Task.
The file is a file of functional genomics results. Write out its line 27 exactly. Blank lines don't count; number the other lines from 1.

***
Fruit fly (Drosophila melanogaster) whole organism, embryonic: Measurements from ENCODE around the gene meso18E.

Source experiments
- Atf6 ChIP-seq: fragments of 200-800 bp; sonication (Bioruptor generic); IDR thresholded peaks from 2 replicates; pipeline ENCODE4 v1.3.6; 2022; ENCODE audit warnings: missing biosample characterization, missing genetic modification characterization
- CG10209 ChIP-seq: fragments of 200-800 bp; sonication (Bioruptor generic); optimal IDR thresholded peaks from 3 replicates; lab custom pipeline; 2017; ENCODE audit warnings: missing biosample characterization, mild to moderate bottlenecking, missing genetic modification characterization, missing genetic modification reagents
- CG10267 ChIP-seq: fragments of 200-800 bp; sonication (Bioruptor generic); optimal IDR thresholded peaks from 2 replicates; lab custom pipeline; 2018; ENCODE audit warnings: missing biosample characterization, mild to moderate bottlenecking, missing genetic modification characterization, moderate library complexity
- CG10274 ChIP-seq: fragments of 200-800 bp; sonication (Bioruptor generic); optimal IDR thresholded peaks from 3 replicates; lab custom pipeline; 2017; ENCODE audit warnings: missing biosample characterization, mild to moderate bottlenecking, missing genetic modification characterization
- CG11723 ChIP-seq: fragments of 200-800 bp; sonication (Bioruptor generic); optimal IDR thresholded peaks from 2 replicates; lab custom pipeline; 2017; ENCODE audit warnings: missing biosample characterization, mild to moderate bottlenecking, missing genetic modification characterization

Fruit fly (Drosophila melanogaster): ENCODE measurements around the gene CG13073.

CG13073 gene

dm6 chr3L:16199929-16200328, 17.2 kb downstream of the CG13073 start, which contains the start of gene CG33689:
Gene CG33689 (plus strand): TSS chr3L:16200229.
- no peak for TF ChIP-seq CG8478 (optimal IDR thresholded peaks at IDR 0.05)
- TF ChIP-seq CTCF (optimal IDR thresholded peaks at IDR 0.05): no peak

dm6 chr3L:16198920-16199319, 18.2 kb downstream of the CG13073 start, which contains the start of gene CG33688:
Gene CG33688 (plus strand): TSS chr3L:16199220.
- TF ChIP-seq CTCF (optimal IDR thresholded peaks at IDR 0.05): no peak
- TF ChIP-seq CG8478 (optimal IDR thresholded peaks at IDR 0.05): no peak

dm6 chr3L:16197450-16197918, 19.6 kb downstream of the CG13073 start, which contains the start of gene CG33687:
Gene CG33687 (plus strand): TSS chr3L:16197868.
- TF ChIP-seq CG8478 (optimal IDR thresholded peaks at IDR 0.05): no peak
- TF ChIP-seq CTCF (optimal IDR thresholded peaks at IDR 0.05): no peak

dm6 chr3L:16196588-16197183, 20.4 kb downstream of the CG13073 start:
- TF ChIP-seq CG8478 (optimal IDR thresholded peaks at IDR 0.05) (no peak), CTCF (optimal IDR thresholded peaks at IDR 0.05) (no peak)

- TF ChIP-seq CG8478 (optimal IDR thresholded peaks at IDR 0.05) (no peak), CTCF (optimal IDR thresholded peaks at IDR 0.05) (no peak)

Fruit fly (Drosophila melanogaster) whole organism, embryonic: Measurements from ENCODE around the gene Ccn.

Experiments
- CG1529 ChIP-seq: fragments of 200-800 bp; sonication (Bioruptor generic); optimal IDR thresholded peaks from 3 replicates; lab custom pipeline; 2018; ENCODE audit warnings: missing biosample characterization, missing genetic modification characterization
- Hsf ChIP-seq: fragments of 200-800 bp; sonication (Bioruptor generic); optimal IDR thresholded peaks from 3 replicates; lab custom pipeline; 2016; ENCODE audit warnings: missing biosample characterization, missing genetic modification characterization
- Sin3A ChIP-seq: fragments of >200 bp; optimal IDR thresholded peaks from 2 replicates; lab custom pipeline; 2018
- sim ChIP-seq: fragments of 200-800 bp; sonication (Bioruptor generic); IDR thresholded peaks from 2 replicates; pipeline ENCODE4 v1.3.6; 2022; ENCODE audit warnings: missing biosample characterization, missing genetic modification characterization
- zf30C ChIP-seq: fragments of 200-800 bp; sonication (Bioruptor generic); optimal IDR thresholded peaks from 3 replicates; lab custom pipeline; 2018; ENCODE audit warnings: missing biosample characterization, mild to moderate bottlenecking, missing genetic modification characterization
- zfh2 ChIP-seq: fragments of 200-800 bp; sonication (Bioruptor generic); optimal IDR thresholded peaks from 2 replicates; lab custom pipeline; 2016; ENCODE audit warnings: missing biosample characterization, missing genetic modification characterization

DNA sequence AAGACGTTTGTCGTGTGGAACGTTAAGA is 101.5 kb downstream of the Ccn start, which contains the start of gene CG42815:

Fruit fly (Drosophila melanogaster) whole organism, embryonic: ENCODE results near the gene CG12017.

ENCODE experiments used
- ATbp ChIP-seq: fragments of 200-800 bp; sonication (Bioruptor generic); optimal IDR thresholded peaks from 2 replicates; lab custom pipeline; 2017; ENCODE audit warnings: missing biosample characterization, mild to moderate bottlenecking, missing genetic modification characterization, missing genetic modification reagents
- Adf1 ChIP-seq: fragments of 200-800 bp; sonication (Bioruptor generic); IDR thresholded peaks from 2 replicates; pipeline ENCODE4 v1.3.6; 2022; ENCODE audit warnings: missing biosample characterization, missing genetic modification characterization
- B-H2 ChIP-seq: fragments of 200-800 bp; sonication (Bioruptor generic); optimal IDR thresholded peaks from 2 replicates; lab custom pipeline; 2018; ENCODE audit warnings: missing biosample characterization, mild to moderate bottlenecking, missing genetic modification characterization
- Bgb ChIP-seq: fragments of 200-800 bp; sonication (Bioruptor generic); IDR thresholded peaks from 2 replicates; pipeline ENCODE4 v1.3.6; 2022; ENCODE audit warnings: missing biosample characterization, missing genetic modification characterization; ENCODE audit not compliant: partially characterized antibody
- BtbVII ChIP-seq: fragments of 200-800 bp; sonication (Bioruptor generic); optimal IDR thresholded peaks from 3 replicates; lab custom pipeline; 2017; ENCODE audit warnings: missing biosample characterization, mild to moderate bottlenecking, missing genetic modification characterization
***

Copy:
- CG1529 ChIP-seq: fragments of 200-800 bp; sonication (Bioruptor generic); optimal IDR thresholded peaks from 3 replicates; lab custom pipeline; 2018; ENCODE audit warnings: missing biosample characterization, missing genetic modification characterization